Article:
The complete list of 35 galaxies selected in our sample is given in Table 1. In Col. 1 we give the sample code, which indicates the type of CO observations available for estimating the molecular mass. “M” refers to the main sample, which consists of all galaxies in HeViCS that have been fully mapped in the CO J = 1−0 line. “S” refers to the secondary sample: galaxies in HeViCS which have been detected but not fully mapped in CO. The galaxy name, right ascension and declination are given in Cols. 2−4 respectively. The distance to the galaxy in Mpc, the galaxy morphological type and stellar mass are given in Cols. 5−7, respectively. Distances are determined from the average redshift of the individual cluster sub-groups (Gavazzi et al. 1999) and we adopts the morphological classification scheme of the VCC. Nebular oxygen abundances, 12+log(O/H), from the Sloan Sky Digital Survey are shown in Col. 8. In parenthesis the metallicity inferred from the stellar mass using the mass − metallicity relation of Tremonti et al. (2004) and adopting the functional form fit of Kewley & Ellison (2008). The atomic and molecular hydrogen mass are listed in Cols. 9−11, respectively. The two values of the molecular mass, and , have been derived from the integrated CO brightness using two different values of the CO-to-H2 conversion factor: a uniform constant value of XCO or a metallicity dependent CO-to-H2 conversion factor (as given in more details in Sect. 2.1). In Col. 12 we give the relevant reference for the integrated CO line intensity. In the last column we indicate the number of positions where CO has been detected/observed or whether the galaxy has been fully mapped. If more than one map is available we take the mean CO brightness and list the references joined by a plus sign.

We derive the stellar mass of each galaxy, M, using the B − K color and the K-band luminosity, as described in Mannucci et al. (2005). In order to have a uniform set of photometric data, we use the GOLDMINE database1 (Gavazzi et al. 2003) for the Hα, B-, H- and K-band magnitudes (Gavazzi & Boselli 1996), and for the disk geometrical parameters (Nilson 1973). We derive absolute luminosities after correcting for internal extinction according to the prescription given by Gavazzi & Boselli (1996). Corrections for foreground galactic extinction are small (AV ≃ 0.07).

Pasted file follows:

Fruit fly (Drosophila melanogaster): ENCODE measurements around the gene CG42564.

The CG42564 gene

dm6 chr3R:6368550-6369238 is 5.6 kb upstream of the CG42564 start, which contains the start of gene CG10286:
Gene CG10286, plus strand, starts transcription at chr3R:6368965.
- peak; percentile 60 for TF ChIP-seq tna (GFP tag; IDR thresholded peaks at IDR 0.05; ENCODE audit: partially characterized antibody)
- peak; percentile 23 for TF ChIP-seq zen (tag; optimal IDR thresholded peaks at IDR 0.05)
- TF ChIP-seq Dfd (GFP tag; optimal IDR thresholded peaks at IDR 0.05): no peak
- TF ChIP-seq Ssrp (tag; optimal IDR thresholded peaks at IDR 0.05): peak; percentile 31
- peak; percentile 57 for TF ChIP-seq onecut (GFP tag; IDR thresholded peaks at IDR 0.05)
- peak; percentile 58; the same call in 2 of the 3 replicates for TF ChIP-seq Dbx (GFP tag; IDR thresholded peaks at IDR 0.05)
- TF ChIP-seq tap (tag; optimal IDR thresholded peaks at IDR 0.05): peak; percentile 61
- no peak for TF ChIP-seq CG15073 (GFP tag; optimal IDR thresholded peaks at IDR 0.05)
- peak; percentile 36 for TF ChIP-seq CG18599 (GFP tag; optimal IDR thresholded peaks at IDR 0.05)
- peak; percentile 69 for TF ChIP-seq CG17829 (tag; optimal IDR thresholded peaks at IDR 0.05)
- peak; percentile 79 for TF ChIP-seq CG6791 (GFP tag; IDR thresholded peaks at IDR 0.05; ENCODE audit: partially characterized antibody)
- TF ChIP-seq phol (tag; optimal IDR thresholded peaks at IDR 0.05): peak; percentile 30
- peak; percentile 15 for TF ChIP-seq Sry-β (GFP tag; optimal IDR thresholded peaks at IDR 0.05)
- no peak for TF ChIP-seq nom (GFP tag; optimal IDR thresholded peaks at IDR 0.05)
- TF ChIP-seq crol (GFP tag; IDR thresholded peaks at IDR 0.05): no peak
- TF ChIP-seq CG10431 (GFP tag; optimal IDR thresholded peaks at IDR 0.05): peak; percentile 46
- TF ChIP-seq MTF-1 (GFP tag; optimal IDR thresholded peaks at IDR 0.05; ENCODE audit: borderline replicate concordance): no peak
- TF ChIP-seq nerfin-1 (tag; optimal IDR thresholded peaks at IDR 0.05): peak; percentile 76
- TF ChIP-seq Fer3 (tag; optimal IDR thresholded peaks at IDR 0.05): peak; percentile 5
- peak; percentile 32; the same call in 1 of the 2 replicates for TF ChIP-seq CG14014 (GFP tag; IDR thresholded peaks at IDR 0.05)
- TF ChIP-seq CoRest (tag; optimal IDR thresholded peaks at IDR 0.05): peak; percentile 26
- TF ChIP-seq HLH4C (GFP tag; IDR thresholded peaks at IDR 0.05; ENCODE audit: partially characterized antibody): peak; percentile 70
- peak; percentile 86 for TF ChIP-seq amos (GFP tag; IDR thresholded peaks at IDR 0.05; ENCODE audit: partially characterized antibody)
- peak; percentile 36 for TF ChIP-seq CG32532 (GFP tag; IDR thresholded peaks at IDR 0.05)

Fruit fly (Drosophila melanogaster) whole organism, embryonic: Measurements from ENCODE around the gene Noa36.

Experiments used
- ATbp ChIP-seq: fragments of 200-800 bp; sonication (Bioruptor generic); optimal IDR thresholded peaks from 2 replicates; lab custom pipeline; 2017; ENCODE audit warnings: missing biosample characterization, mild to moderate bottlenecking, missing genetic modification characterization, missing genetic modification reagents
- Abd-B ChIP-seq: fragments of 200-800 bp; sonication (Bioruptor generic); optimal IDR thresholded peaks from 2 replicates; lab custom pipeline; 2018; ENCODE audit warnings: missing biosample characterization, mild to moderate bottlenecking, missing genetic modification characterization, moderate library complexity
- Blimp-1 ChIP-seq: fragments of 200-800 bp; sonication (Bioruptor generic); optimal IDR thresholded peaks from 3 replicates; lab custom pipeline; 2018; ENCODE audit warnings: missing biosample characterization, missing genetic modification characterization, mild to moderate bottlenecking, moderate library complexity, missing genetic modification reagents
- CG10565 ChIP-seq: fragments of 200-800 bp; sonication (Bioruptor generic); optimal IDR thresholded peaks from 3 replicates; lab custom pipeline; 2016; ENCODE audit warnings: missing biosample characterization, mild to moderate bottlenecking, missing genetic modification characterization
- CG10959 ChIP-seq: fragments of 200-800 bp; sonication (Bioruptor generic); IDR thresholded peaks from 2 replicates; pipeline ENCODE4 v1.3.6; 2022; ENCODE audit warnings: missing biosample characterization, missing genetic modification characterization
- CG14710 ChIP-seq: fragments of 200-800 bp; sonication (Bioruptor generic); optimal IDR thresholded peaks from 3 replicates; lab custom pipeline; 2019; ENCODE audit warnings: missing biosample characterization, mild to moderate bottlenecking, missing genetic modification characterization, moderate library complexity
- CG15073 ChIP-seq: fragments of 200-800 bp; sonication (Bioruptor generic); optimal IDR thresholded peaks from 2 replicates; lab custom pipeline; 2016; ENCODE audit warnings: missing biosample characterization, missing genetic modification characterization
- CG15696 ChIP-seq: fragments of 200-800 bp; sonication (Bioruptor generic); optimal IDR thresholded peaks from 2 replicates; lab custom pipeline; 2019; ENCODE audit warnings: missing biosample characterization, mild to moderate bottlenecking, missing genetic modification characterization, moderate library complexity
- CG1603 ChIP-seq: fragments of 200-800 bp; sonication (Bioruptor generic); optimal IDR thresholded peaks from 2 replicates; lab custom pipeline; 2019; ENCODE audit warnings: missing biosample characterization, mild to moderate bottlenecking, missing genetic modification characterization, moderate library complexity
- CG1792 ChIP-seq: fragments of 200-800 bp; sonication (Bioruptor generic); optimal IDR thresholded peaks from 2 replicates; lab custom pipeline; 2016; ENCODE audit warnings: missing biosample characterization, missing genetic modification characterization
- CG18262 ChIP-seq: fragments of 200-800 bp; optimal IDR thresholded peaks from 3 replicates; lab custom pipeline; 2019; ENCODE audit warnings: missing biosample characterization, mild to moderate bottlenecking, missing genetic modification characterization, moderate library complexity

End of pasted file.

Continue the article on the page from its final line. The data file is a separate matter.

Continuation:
As a metallicity indicator we use the O/H abundance obtained by Tremonti et al. (2004) from the SDSS data. Metallicity has been estimated by fitting at the same time all prominent emission lines ([O II], Hβ, [O III], Hα, [N II], [S II]) with an integrated galaxy spectrum model (Charlot & Longhetti 2001). Not all galaxies in our sample have SDSS spectra with measurable emission lines or appropriate line ratios needed to derive O/H abundances. This is because SDSS narrow slits are generally positioned on the central high surface brightness regions and the presence of some nuclear activity or of a bulge, prevents the authors from probing emission line HII regions in the disk. Galaxies with very weak emission lines or with anomalous line ratios because of nuclear activity have been discarded by Tremonti et al. (2004). Thanks to the analysis of large galaxy samples from the SDSS, the mass − metallicity relation predicts that metallicity scales with stellar mass until the stellar mass is below  ~3 × 1010   M, then it flattens out. Our sample is representative of the mass − metallicity relation: the dispersion of the original dataset around the functional form fit is  ≈0.15 dex (Tremonti et al. 2004; Kewley & Ellison 2008), which is consistent with that of our sample. In this paper we shall use the O/H abundance derived from the mass − metallicity relation for all galaxies with known K-band luminosity.